Iron Head (First Brother): Yut Fei Wong as the oldest of Sing’s Shaolin brothers, he’s working a thankless job in a restaurant who’s owner has a penchant for breaking bottles over his head. He plays the world weary, “getting too old for this shit” guy on the team, and is usually seen with a cigarette sticking out of his mouth.

Iron Shirt Tin (Third Brother): Kai Man Tin plays the bespectacled, neurotic businessman. Harried at work, he masters catching the ball with his gut and firing it back.

Lightning Hands (Fourth Brother): Kwok-Kwan Chan is the lanky, young brother who becomes the team’s goalie and adopts a clearly Bruce Lee-inspired jumpsuit.

Hooking Leg (Second Brother): Chi Ling Chiu is the short tempered, formerly handsome, balding brother who makes an excellent defensive player.

Light Weight (Small Brother): Chi Chung Lam is the overweight brother who can’t help stuffing his face. He’s also incredibly agile and capable of leaping over anybody else. There’s a running gag during practice involving people breaking eggs and him charging forward to lap up the yolk.

Stephen Chow has an incredible eye for visual gags that can go from awesome to absurd. For instance, Steel Leg swings his leg at a goon and stops just short, but the wind from it keeps blowing the goon’s hair for a few seconds later. During the team’s first match, as the brothers are getting their asses beat, Steel Leg is crawling around and manages to pick up a helmet and a rifle and calls in for backup as tracer fire covers the screen. Then it cuts to his coach yelling at him to stand up and he’s holding a shoe and a stick. The movie isn’t afraid of going into the surreal or absurd for a laugh. The action is a given, and suitably badass, but there’s even a brief dance number where a bunch of random people on the street start up in a choreographed routine before Mui’s boss shoos them away.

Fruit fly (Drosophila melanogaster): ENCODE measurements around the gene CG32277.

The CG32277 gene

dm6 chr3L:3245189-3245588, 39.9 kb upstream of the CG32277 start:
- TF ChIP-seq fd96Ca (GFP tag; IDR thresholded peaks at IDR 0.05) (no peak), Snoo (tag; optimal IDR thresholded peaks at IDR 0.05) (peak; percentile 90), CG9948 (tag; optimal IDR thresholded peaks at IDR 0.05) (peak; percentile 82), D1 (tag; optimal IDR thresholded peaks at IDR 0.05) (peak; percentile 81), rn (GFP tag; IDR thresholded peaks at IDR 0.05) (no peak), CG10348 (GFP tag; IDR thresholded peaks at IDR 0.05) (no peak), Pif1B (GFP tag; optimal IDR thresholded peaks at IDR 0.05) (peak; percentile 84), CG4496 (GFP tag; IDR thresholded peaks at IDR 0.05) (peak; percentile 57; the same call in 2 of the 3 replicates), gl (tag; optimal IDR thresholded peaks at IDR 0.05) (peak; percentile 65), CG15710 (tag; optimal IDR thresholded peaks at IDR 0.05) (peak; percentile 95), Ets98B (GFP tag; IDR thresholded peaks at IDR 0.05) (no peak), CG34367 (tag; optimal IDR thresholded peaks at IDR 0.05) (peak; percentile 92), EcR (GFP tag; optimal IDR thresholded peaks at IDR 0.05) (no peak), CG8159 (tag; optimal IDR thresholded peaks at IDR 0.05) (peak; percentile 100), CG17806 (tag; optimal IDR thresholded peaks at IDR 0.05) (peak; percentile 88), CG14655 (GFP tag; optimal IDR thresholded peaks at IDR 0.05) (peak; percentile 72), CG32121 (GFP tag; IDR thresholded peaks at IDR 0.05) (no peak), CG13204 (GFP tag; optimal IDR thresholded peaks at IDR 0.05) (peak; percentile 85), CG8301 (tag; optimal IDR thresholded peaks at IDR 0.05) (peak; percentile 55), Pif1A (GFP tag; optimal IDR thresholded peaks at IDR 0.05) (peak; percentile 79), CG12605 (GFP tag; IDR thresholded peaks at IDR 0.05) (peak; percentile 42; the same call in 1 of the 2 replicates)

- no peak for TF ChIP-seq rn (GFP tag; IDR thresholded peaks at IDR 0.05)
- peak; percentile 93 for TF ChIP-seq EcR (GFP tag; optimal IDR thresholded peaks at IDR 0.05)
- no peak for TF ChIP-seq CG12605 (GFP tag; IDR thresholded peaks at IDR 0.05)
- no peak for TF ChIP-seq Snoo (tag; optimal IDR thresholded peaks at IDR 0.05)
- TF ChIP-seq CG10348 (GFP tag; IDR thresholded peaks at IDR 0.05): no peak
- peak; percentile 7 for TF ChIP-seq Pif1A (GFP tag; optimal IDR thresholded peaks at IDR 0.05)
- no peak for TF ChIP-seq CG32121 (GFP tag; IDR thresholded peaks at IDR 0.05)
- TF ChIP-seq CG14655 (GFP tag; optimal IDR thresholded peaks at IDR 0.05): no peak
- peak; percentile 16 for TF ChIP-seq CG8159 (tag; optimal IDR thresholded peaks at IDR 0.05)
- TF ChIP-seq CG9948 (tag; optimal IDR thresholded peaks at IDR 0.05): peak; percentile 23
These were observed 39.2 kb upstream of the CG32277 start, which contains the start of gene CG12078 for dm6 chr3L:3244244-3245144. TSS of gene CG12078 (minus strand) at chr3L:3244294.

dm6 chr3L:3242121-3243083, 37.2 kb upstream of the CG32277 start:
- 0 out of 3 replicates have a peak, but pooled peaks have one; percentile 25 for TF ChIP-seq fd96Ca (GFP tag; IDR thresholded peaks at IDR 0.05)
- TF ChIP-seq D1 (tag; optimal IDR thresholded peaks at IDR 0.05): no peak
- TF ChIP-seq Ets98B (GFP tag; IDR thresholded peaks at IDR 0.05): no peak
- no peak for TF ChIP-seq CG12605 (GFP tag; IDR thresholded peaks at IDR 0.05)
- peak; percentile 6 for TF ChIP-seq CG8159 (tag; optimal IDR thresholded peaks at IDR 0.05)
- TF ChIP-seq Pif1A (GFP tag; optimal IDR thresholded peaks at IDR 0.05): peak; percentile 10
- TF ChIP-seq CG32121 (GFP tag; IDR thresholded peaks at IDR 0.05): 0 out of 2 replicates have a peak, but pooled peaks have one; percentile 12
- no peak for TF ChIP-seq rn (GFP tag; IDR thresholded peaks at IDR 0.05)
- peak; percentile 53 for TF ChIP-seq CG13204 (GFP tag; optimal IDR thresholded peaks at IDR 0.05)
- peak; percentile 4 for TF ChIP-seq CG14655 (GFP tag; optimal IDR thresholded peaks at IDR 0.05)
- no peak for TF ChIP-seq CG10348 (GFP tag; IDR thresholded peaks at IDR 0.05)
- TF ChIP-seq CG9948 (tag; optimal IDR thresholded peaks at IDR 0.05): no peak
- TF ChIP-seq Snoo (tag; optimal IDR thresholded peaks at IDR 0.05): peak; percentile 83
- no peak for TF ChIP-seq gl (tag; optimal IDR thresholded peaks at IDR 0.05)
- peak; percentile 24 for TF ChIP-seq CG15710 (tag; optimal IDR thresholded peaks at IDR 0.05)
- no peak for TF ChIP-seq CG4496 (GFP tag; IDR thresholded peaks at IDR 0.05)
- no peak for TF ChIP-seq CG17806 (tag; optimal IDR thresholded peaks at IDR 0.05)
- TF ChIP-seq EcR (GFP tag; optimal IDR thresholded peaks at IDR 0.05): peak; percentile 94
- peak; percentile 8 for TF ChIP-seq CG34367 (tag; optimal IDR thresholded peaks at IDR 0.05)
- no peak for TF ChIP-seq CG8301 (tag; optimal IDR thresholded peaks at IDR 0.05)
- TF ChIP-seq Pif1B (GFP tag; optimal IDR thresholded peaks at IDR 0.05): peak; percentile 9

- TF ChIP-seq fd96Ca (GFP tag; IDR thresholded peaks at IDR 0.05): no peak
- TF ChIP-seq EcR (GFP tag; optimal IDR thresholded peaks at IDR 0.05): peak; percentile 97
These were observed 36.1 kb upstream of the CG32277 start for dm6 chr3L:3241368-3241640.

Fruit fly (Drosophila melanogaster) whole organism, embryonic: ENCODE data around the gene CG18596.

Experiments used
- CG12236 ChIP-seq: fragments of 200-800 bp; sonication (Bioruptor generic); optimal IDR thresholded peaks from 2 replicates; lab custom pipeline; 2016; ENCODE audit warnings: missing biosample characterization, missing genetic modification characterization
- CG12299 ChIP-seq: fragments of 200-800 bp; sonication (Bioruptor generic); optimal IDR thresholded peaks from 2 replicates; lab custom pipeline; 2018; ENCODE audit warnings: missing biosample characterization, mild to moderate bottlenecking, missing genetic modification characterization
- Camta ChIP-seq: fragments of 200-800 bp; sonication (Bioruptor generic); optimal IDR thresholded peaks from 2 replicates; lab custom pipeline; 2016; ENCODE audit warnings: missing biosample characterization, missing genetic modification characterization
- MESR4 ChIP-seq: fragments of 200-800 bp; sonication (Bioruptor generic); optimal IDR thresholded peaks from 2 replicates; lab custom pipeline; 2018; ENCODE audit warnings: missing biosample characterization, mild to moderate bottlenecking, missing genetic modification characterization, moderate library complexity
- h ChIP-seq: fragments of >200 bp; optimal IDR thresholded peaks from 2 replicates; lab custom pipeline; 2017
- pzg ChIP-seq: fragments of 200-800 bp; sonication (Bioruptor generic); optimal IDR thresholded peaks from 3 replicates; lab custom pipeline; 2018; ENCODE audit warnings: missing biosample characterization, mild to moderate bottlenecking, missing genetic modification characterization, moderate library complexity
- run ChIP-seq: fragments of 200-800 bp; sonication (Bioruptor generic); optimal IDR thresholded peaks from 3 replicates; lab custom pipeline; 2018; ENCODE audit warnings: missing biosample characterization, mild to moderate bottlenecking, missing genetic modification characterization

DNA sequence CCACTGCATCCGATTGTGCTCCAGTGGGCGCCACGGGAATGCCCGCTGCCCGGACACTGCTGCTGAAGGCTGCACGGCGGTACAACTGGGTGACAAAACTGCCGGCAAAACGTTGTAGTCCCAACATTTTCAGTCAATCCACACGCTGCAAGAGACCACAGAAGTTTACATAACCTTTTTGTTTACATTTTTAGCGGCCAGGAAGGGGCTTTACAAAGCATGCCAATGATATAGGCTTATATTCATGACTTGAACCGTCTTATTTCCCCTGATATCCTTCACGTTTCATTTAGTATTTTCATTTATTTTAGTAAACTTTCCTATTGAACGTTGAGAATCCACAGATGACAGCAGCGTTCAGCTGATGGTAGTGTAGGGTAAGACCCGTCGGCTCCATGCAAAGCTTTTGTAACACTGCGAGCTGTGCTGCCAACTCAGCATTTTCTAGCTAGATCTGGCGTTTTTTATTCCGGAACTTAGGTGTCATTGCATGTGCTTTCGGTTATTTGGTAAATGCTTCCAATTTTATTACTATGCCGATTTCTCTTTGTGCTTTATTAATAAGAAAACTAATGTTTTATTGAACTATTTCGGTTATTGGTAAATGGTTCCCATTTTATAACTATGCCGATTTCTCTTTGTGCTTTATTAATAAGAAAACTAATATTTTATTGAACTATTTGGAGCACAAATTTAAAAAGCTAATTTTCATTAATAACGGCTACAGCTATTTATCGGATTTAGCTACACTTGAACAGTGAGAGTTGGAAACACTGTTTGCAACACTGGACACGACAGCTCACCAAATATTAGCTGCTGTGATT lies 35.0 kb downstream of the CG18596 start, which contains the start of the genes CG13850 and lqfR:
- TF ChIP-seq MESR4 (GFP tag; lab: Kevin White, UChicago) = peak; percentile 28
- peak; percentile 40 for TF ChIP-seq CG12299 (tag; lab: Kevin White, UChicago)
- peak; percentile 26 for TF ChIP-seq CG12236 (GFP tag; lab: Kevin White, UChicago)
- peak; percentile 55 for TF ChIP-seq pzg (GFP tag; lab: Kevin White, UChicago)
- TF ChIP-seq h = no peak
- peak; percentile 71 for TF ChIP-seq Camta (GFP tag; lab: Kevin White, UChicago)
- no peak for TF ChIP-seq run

As far as action goes, its very well done, and the CGI effects are pretty noticeable, but they’re never the focus of the scene. They’re only there to allow the ball to do things that are physically impossible. Slow motion is used appropriately, and action scenes are well shot and edited. The games are really great, and all of the brothers get times to shine on the field.

Stephen Chow and Kan-Cheung Tsang do a very good job at taking the standard sports movie tropes and spicing things up with Kung Fu. The plot is linear, but the characters are likable and the pacing is nice and swift.

Jacky Chan, Lowell Lo, and Raymond Wong all worked on the score. It works really well most of the time for the action scenes with percussive themes. The music over the opening credits is particularly awesome.

So Shaolin Soccer is a fantastic comedy. It fires on all cylinders and actually made watching soccer fun (for me at least). It’s a lighthearted comedy that delivers exactly what it says it will without anything unnecessary or ineffective. I absolutely recommend this brilliant little film. I can’t say anything about the English dub, but then again, why would you watch that?

Beware of spoilers in the trailer.

Why is it trailer for foreign films in the American market always seem to lose all of the charm that makes the film worth watching?